• CDC said travelers who attend big events could pass the virus on to new communities
  • The recommendation comes on the heels of some major cities banning large events and closing bars and restaurants
  • The CDC said the recommendation doesn't apply to the day-to-day operations of schools and businesse

The Centers for Disease Control and Prevention (CDC) has suggested that U.S. citizens should cancel all the events involving 50 or more people until mid-May.

Since international travelers who attend the large events and mass gatherings can further drive the spread of COVID-19 in the U.S. by introducing the virus to new communities, CDC made the announcement Sunday.

The guidance, the CDC's strongest recommendation thus far in the wake of the outbreak, can potentially take the U.S. down on the same path taken by governments in the worst-hit parts of Europe. Spain, just a day ahead of the CDC's announcement, imposed a nationwide lockdown to stem the spread of the novel coronavirus, with the number of cases in the country rising to more than 6,000 and the death toll reaching 109. The U.S. now has at 3,774 positive cases, with at least 61 deaths as of Monday. Many major cities in the nation have already banned large events and shut down bars and restaurants as a precautionary measure.

The CDC asked organizers, whether groups or individuals, to “modify events to be virtual,” adding that they could still hold the events and mass gatherings given proper guidelines for protecting vulnerable populations, hand hygiene and social distancing were followed.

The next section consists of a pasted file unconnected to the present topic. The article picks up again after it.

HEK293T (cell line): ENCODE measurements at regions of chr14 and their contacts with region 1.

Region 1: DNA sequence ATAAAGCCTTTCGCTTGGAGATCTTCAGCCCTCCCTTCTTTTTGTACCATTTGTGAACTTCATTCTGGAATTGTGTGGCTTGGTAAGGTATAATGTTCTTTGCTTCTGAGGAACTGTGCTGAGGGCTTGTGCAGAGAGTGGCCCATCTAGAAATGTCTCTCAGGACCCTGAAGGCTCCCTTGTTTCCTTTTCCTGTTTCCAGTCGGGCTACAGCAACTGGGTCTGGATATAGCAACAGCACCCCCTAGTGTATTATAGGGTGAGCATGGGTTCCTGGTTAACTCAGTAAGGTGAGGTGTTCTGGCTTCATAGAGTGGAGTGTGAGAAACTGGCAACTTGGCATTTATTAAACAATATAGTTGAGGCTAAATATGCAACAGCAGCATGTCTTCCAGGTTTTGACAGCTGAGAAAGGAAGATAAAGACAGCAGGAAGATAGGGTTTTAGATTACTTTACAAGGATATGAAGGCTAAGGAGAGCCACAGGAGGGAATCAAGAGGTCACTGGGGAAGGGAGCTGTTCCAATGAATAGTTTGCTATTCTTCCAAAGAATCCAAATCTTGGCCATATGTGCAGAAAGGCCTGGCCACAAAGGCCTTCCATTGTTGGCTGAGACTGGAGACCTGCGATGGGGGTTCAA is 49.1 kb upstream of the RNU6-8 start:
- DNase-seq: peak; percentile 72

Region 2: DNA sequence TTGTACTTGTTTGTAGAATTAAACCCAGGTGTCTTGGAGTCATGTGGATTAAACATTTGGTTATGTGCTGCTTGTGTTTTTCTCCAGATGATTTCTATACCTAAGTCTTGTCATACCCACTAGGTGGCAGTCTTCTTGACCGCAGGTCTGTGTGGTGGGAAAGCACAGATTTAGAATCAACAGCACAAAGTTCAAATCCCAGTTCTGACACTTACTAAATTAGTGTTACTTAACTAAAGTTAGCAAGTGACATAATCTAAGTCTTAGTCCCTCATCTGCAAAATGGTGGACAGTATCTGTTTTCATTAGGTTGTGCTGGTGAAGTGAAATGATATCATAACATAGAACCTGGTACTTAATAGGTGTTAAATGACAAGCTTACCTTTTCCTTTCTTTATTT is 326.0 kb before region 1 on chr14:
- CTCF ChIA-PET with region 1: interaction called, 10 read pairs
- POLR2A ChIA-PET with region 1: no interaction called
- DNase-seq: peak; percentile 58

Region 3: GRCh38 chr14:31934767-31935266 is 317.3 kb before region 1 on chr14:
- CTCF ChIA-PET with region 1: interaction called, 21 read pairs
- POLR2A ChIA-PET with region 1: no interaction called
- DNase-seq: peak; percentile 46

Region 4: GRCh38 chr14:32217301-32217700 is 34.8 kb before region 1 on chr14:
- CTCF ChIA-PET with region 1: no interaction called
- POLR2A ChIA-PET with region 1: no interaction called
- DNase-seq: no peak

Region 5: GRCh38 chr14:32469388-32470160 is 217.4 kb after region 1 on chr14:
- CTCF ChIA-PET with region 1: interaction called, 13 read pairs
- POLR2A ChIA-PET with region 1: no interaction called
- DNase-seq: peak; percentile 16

“This recommendation does not apply to the day-to-day operation of organizations such as schools, institutes of higher learning, or businesses,” CDC said in the press release, adding that the recommendation wasn’t “intended to supersede the advice of local public health officials.”

Governors of Ohio and Illinois were considering the closure of bars and restaurants to stop the pandemic's spread while California Gov. Gavin Newsom asked night clubs, wineries and brewpubs to shut their doors, or cut their occupancy to half, and enforce “deep social distancing” in case they remained open. Health officials, however, had called for tighter actions to restrict the spread of the coronavirus.

A general view of the Centers for Disease Control and Prevention (CDC) headquarters in Atlanta, Georgia, Sept. 30, 2014. Tami Chappell